In its second-largest acquisition, Amazon buys the company for $970 million.
Those videos draw shoppers from YouTube to the online gadget retailer’s site.
This year online gadget retailer ThinkGeek’s annual April Fools’ joke took the form of the launch of the fake Playmobil Apple Store, which married Playmobil’s sets with the look and feel of an Apple Store complete with the ubiquitous lines that form whenever the retailer has a new release. The retailer launched the product with a video that appeared both on its site, as well as on YouTube.
Since April 1, the video has been viewed more than 488,000 times on YouTube.The more people who view the video, the more people are exposed to ThinkGeek, says Jamie Grove, the company’s marketing chief whose official title is director of evil schemes and nefarious plans.
“YouTube brings people who don’t know you to your site,” he says.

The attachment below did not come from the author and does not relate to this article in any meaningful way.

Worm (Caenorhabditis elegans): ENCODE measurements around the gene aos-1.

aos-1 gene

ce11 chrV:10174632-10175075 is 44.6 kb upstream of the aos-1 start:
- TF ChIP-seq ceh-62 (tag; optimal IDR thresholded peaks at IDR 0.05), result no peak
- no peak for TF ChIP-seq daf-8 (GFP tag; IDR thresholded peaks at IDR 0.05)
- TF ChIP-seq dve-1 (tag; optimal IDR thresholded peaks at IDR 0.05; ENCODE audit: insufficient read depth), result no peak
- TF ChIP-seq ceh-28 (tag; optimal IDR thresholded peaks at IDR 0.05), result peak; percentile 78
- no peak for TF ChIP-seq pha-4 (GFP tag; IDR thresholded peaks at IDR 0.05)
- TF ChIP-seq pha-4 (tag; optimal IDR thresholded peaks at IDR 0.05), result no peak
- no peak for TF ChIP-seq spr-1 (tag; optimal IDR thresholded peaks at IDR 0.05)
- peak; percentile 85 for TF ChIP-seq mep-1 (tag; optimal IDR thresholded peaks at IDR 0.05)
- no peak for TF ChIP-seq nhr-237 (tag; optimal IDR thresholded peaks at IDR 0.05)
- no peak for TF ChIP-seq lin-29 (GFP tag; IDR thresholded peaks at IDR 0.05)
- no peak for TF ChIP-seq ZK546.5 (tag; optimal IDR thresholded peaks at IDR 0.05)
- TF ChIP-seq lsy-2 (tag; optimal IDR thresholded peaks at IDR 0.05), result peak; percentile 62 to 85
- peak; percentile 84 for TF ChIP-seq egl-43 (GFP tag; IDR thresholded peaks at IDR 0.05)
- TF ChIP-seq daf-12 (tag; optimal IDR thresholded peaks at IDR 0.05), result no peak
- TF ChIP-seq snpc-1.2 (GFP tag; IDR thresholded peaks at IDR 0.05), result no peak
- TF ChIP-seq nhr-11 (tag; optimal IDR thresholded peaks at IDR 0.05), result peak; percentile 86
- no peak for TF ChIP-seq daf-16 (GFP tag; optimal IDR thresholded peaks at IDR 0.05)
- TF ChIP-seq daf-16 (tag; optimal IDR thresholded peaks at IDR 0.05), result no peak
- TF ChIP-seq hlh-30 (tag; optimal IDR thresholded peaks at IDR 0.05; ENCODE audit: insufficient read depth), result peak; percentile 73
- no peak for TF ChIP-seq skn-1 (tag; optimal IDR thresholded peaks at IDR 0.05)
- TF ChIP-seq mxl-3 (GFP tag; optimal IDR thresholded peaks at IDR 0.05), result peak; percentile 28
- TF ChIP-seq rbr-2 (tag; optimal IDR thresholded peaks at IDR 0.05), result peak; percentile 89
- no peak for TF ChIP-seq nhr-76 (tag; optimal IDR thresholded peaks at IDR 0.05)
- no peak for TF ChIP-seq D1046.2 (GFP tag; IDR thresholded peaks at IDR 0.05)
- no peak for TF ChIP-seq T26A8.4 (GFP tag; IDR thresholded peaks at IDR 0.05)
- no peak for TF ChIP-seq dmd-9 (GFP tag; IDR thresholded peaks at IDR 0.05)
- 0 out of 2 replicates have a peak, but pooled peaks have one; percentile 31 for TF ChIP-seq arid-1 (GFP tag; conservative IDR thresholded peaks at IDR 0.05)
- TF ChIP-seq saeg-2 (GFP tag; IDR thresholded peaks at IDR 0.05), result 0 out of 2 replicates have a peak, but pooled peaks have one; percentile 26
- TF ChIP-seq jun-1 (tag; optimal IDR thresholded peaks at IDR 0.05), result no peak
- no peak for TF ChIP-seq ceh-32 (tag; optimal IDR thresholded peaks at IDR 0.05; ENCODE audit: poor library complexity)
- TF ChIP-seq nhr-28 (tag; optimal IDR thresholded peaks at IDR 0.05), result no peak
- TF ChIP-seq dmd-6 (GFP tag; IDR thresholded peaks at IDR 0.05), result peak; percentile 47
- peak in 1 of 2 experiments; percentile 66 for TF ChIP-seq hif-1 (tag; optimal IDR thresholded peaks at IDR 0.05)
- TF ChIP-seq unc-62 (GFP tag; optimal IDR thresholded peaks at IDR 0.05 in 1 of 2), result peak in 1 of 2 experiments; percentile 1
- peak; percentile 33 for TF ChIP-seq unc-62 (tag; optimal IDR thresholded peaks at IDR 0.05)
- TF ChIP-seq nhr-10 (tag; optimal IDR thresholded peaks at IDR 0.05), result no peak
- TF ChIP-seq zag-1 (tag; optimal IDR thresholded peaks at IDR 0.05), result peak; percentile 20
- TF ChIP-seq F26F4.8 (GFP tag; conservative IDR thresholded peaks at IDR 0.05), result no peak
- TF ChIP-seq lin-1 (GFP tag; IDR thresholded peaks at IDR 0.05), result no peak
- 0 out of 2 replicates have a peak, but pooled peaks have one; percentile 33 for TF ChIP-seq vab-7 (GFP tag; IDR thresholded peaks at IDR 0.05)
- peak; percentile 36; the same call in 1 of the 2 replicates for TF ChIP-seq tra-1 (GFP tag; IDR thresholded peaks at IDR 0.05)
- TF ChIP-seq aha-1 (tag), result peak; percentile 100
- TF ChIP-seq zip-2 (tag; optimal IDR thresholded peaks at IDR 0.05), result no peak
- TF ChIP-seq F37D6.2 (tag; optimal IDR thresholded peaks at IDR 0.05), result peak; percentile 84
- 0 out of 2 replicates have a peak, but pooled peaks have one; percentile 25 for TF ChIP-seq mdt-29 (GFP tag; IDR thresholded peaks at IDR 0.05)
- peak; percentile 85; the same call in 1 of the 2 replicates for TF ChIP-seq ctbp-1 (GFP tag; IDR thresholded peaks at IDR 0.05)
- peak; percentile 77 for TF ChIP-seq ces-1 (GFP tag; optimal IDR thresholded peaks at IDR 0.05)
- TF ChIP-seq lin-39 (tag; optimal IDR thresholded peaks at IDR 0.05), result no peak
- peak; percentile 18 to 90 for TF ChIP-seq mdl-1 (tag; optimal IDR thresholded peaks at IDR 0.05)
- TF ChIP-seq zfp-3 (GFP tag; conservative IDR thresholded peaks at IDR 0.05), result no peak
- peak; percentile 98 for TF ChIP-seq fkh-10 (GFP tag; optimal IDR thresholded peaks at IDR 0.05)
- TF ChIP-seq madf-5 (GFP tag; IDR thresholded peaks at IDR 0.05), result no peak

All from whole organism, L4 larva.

That’s why the retailer posts its on-site videos on YouTube, and why that content is an important part of ThinkGeek’s overall marketing strategy, he says.
ThinkGeek uses YouTube as the host for its videos because it wanted to limit its expenses. “Zero fees are pretty hard to beat,” says Grove. Other video-hostingsystemsthe retailer has considered have started at around $150,000 a year.
Moreover, because many of its products are unique to ThinkGeek, a consumer is unlikely to watch a video of someone using a Star Wars light saber popsicle and buy the product from a different retailer.
YouTube has another benefit for the retailer—it appeals to the retailer’s geeky customer base.
“For us, our customers like the low-budget nature of YouTube and the do-it-yourself aesthetic of it,” he says. “
ThinkGeek is No. 232 in the Internet Retailer Top 500 Guide.